“[I]n the eye of the law, there is in this country no superior, dominant, ruling class of citizens. There is no caste here. Our Constitution is color-blind and neither knows nor tolerates classes among citizens. In respect of civil rights, all citizens are equal before the law.” Justice John Marshall Harlan wrote these eternal words… Read more »
AFJ Audio Analysis
Alliance for Justice analyzes key cases before the United States Supreme Court, and circuit courts of appeals, using audio excerpts from oral arguments.
In the first high-profile case to be heard since the death of Justice Antonin Scalia, the Supreme Court appeared deeply divided on what restrictions a state can put on reproductive care. On March 2, the Court heard arguments in Whole Woman’s Health v. Hellerstedt, a challenge to Texas’s HB2, a law that requires hundreds of changes for clinics and doctors that provide abortions. The requirements are allegedly designed to protect women’s health, but the Texas law and the many others like it in other states are a sham designed to close clinics and make abortion inaccessible (and they are particularly harmful to low income women, who are disproportionately women of color).
“You can’t be prosecutor and judge.”
Justice Sotomayor repeated this refrain several times during oral arguments in Williams v. Pennsylvania last week. At issue in the case is whether the prosecutor who signed off on pursuing the death penalty against Terrance Williams thirty years ago, Ronald Castille, should have recused himself from an appeal in Williams’s case that came before him while he was the Chief Justice of the Pennsylvania Supreme Court three years ago.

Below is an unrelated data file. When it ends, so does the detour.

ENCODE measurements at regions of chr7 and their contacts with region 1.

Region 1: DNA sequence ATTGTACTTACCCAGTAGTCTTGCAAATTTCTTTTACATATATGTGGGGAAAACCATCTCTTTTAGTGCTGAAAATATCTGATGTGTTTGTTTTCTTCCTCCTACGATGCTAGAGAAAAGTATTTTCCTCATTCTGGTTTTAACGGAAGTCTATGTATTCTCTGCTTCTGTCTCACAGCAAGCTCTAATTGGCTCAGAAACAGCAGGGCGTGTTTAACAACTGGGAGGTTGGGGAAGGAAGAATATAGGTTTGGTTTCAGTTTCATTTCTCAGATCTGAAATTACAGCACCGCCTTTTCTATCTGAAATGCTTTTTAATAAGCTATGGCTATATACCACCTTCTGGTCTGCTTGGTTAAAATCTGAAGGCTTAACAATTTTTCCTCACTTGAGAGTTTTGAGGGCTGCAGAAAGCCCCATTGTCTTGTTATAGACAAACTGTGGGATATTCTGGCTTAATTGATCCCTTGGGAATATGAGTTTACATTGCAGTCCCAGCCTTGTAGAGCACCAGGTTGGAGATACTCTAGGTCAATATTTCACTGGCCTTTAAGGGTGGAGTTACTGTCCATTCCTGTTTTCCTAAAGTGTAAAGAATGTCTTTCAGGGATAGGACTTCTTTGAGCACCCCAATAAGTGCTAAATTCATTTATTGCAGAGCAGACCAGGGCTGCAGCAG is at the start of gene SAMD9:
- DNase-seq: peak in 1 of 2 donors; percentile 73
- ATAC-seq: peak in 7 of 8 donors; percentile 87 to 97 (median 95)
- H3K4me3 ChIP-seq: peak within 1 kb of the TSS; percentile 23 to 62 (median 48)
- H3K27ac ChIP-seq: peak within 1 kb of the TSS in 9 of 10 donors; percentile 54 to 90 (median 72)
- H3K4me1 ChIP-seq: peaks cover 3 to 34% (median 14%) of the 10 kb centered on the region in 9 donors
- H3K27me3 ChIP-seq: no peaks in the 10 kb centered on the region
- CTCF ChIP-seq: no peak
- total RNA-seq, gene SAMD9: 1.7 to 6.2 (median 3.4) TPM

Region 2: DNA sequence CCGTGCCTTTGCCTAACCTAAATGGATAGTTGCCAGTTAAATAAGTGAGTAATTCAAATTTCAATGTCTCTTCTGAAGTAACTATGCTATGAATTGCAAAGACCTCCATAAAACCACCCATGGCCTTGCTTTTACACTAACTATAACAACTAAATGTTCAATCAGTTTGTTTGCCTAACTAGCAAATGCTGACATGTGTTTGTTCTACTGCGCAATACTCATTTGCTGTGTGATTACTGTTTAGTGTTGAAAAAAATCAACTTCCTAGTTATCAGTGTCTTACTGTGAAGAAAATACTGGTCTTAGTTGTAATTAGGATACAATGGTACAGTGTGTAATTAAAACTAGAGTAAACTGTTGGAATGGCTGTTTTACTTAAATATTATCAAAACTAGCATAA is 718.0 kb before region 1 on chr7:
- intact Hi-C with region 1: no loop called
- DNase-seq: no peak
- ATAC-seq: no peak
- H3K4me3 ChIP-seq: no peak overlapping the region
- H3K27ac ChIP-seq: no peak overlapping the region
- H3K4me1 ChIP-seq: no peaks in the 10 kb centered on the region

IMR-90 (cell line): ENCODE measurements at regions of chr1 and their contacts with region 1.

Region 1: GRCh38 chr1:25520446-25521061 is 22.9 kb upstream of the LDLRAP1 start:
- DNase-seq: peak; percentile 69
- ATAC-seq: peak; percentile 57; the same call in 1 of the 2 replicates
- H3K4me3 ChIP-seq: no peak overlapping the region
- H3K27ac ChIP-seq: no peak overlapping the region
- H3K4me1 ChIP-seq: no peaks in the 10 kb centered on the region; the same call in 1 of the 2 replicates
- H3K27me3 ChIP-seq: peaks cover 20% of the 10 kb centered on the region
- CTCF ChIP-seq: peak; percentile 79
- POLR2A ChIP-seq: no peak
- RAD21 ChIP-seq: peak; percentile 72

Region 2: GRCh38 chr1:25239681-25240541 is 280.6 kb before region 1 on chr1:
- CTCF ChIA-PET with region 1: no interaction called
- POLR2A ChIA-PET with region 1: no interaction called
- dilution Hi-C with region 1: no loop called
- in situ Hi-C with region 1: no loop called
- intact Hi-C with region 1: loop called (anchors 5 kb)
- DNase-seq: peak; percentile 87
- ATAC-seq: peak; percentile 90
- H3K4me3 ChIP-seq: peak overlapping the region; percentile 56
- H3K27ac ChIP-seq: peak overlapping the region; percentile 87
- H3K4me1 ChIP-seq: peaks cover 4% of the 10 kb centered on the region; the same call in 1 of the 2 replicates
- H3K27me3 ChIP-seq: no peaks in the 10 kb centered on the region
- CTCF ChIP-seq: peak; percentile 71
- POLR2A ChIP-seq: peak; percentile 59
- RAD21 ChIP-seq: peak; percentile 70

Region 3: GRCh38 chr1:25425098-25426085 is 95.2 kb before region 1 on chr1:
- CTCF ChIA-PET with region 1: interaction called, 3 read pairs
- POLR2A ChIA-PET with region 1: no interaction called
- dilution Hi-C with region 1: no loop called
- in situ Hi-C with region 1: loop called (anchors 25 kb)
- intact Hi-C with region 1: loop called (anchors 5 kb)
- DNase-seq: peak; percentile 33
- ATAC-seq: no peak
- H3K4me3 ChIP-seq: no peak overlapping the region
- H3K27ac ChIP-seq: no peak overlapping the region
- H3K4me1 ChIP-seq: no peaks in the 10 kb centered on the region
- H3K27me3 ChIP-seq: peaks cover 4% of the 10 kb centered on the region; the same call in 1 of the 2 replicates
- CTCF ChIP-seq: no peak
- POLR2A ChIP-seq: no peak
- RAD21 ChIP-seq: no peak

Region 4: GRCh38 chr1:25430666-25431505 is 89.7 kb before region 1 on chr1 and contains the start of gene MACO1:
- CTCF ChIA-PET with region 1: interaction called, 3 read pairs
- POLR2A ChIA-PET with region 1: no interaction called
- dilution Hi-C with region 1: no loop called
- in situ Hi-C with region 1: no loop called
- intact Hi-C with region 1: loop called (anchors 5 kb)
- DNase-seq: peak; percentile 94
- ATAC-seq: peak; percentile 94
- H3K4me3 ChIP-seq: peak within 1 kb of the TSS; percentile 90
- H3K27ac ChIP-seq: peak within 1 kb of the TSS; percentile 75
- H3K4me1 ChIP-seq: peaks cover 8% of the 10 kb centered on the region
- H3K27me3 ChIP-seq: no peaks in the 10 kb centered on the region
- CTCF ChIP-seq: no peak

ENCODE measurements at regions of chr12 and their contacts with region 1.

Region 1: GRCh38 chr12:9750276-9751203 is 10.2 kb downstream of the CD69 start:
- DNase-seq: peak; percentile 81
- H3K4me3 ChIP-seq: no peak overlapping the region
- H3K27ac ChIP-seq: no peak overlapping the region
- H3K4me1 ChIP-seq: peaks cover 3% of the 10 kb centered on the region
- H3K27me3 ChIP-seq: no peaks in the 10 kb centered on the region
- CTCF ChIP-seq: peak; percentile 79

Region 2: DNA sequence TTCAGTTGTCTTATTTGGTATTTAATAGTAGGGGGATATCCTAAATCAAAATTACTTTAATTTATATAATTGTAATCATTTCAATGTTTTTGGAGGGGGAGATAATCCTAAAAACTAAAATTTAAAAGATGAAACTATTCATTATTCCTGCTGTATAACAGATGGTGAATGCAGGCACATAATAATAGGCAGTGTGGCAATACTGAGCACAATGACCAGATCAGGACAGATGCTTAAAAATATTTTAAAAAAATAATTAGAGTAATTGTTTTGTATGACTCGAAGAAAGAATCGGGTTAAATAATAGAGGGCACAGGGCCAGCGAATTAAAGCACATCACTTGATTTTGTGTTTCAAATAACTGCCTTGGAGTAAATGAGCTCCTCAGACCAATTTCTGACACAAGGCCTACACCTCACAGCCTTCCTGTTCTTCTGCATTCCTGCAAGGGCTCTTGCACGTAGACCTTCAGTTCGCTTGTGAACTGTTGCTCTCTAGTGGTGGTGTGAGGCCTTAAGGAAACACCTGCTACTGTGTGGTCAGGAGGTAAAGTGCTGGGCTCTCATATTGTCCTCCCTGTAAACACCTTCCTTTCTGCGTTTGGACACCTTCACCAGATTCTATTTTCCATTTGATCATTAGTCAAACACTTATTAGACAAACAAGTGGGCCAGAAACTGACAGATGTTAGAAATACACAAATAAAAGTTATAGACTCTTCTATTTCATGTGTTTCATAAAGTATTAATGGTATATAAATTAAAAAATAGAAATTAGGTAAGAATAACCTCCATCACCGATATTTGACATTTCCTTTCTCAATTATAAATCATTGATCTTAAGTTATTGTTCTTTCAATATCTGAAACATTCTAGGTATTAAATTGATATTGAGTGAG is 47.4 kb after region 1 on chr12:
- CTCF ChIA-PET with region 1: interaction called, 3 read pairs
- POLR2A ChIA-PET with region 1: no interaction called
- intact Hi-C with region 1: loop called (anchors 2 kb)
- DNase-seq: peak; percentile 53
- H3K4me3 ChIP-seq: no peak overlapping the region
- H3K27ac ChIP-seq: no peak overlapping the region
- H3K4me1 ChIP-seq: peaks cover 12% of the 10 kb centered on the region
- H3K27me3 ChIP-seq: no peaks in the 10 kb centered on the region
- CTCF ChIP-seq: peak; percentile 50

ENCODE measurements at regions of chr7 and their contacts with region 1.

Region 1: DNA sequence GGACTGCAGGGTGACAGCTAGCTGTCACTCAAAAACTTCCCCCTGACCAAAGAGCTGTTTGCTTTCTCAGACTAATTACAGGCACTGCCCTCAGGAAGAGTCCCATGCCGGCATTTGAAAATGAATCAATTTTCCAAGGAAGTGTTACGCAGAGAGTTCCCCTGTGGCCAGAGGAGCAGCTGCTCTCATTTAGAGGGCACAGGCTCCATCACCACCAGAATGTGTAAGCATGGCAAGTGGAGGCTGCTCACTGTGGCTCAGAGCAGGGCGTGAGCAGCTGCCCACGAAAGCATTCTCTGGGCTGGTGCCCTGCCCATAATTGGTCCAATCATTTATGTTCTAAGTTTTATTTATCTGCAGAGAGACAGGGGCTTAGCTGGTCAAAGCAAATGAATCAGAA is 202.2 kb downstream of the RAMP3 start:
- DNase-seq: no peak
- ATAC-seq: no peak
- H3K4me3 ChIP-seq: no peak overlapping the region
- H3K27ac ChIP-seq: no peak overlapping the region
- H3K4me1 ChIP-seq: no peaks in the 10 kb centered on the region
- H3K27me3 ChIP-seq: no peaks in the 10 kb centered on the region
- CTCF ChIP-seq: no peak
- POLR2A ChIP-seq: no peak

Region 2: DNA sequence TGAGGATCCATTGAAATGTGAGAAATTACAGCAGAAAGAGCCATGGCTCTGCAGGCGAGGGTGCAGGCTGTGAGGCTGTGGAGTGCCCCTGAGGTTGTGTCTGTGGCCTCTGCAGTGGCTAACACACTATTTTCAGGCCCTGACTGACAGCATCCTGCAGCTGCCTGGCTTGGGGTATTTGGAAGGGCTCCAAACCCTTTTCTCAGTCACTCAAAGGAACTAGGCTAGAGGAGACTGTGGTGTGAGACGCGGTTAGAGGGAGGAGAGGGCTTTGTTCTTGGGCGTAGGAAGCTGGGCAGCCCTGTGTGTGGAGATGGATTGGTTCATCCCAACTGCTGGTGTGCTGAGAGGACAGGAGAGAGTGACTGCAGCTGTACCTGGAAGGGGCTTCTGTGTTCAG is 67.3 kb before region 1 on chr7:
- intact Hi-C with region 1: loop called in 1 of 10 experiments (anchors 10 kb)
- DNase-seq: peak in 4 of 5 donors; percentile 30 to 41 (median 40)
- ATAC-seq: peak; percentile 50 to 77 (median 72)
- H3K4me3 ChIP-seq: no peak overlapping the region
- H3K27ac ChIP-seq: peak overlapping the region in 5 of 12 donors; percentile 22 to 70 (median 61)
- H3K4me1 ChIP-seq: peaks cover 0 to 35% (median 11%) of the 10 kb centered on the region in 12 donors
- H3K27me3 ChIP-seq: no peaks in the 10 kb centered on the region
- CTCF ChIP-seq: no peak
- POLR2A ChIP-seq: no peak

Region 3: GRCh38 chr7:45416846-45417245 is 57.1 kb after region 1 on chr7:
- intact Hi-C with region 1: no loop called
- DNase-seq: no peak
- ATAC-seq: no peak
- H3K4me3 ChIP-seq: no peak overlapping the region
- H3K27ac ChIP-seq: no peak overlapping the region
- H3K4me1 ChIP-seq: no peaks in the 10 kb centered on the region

Imagine this: A group of non-union teachers sue the state and a teachers union over fees they are forced to pay to the union. The non-union teachers don’t like unions and believe that the First Amendment shields them from having to support the union in any way. The union and the state argue that the fees are necessary for the state to maintain proper labor relations with its public employee workforce, and to make sure that all employees who benefit from collective bargaining chip in to cover the costs. The Supreme Court considers the arguments of both sides and makes a decision.